Iron rich foods are an essential part of a baby’s diet. From 6 months, baby’s stores of iron are depleted, so food sources must be introduced to meet the baby’s nutrient needs. For the breastfed baby, more than 90% of iron requirements need to be provided by solids during the second 6 months of life. For the formula fed baby, iron fortified infant formulas are available. Iron fortified infant cereals are recommended; the absorption of the iron will be enhanced if a vitamin C source, such orange or tomato, accompanies the meal. Foods that are naturally high in iron, especially beef and lamb, are also naturally high in zinc. Zinc is another important mineral that is vital during this rapid growth phase.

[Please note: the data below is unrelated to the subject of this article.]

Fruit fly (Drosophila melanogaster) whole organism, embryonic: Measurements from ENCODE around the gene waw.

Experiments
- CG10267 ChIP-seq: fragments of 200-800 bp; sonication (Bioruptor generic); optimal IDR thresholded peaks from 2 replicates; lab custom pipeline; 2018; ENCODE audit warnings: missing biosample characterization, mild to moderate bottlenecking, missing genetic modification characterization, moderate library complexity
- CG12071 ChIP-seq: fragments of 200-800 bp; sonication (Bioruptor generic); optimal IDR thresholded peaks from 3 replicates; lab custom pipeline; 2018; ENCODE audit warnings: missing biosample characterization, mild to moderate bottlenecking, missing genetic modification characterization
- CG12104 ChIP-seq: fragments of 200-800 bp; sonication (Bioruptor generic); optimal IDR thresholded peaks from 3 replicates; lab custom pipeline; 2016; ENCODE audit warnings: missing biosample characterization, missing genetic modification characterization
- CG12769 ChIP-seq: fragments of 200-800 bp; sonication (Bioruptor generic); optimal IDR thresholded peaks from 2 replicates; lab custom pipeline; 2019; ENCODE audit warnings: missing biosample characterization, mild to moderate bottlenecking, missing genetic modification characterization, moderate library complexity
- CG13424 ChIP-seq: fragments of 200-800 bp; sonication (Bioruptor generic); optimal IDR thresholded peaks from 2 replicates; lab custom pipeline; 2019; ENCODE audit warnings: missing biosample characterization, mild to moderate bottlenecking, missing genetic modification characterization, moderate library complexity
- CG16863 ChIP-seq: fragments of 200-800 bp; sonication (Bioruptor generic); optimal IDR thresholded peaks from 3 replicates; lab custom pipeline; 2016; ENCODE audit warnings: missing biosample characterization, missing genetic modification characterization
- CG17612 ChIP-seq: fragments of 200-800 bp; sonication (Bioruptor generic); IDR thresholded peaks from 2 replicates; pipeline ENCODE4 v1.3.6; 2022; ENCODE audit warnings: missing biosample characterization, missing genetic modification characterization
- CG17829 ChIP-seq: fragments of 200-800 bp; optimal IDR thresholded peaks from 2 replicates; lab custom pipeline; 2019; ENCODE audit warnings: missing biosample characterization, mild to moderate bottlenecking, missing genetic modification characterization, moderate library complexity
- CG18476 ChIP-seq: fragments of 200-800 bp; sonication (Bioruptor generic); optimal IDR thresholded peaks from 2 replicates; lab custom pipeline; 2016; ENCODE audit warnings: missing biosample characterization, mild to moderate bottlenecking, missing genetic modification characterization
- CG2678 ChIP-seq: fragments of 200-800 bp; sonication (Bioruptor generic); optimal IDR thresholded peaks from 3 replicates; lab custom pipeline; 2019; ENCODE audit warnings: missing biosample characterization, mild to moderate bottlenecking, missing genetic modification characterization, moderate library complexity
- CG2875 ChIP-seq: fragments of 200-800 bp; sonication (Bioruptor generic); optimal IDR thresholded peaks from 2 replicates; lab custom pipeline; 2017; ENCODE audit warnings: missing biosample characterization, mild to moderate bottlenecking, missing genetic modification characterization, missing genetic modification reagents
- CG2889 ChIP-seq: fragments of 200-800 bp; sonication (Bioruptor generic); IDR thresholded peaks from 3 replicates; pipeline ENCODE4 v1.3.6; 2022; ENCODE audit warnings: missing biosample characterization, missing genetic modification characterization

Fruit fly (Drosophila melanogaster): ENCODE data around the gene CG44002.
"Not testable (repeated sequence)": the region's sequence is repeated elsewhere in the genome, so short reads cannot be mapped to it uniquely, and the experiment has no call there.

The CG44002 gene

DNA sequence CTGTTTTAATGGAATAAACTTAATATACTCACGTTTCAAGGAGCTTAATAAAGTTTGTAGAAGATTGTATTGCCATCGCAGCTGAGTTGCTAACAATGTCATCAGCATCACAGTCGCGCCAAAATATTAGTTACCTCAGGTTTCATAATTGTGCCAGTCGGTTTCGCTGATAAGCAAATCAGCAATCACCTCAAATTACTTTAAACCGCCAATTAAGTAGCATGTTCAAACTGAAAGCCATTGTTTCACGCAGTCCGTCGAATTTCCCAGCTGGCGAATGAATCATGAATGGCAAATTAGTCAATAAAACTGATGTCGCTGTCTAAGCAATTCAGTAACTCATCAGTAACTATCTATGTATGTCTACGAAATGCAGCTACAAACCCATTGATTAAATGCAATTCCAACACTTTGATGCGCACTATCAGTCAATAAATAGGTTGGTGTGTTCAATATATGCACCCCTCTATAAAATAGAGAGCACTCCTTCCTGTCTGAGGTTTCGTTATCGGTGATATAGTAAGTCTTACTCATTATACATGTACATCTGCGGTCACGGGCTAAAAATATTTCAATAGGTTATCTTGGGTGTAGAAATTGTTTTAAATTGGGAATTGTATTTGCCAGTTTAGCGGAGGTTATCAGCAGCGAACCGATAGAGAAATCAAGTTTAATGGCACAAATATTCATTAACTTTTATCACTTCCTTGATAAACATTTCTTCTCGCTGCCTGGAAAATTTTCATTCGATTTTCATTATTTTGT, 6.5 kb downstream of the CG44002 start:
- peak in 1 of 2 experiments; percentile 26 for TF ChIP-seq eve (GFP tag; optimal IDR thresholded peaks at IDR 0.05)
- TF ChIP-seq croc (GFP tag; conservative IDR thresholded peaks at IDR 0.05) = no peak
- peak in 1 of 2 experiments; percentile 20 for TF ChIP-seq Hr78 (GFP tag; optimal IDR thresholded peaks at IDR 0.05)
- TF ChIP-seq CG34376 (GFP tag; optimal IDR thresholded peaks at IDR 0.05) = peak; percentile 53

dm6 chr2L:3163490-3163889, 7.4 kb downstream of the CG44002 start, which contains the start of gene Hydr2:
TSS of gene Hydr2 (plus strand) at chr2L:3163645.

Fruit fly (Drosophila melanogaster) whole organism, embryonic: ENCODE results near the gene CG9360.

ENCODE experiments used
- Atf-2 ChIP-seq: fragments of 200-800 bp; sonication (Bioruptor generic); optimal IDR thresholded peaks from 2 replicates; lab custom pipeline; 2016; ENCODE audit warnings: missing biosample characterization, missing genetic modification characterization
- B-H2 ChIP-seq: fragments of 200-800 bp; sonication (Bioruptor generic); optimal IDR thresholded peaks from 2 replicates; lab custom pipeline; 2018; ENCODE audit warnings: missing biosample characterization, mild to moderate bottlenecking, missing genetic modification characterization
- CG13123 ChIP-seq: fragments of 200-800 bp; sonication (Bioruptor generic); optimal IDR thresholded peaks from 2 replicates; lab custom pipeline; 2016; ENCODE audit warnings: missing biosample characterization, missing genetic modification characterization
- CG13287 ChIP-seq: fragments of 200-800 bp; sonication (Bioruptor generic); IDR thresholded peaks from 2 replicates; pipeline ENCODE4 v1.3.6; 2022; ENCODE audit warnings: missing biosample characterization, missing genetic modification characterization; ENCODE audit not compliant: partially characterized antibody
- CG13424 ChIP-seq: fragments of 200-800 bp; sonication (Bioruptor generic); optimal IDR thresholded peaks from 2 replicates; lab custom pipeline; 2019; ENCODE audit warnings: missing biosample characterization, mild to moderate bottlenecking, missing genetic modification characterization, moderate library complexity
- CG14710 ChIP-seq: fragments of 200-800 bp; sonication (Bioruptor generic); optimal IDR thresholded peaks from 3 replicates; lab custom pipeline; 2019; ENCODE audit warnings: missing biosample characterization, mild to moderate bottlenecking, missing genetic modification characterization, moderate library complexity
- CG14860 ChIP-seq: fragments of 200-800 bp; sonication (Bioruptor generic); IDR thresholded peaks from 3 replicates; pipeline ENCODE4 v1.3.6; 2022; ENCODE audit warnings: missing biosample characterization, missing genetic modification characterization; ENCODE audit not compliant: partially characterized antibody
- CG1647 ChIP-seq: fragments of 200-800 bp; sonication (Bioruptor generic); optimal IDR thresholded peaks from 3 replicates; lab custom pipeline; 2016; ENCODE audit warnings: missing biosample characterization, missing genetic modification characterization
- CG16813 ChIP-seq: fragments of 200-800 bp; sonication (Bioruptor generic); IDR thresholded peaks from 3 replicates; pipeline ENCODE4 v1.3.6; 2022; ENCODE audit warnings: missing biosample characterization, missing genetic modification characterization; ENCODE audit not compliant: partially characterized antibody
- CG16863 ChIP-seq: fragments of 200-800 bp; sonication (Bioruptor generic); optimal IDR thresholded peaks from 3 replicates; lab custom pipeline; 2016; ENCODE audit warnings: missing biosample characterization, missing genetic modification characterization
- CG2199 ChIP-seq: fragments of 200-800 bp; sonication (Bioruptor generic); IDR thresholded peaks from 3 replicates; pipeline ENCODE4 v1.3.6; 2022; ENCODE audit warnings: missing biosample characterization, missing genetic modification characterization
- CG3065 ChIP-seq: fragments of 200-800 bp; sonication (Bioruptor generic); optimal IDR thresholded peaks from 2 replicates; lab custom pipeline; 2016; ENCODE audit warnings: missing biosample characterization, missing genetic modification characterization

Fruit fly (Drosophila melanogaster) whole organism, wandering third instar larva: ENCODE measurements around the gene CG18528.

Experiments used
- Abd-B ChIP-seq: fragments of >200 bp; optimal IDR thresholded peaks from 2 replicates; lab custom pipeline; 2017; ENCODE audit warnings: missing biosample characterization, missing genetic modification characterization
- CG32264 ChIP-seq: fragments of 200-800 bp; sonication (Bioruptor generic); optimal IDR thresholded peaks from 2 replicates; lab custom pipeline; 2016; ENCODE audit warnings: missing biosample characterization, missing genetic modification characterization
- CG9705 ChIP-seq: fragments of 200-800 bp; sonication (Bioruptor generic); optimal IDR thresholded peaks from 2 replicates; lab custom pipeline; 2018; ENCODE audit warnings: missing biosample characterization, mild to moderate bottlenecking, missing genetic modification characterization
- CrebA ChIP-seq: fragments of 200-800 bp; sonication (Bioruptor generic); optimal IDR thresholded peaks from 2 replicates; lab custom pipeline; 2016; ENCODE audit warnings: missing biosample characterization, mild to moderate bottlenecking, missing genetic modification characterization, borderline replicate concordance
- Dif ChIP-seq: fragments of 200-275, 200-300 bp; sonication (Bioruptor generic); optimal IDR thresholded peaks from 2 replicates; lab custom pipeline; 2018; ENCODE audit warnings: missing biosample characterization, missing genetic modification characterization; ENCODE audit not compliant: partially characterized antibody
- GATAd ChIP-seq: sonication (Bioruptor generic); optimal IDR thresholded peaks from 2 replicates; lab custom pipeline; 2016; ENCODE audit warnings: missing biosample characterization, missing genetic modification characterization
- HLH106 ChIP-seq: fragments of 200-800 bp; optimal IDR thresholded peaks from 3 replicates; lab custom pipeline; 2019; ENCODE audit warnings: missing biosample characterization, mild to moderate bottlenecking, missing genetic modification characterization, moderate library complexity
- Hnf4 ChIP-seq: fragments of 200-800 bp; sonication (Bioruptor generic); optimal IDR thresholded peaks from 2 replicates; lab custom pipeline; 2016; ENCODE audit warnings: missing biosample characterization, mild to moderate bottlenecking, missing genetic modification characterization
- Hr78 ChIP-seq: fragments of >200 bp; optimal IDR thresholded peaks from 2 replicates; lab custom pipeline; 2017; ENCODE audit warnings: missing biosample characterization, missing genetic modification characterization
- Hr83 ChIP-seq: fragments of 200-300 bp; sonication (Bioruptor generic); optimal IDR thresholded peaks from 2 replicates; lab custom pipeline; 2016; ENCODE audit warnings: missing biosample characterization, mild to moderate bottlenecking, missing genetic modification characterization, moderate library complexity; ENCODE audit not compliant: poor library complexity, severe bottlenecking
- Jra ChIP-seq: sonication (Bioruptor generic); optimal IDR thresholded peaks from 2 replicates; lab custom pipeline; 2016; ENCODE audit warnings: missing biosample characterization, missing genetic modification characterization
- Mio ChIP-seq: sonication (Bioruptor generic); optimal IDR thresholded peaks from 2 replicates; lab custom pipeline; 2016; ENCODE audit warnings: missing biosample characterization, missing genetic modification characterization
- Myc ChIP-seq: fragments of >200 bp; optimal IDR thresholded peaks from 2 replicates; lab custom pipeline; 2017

Cow’s Milk

Cow’s milk is not recommended as a drink until after 24 months of age. Cow’s milk is unsuitable for a number of reasons including the type and amount of protein, the amount of carbohydrate, the type of fat, as well as the ability of the infant to absorb the vitamins and minerals present. Full fat cow’s milk can be used in cooking, however reduced fat or skim cow’s milk is not recommended at all as it is too low in energy.

Preventing Allergies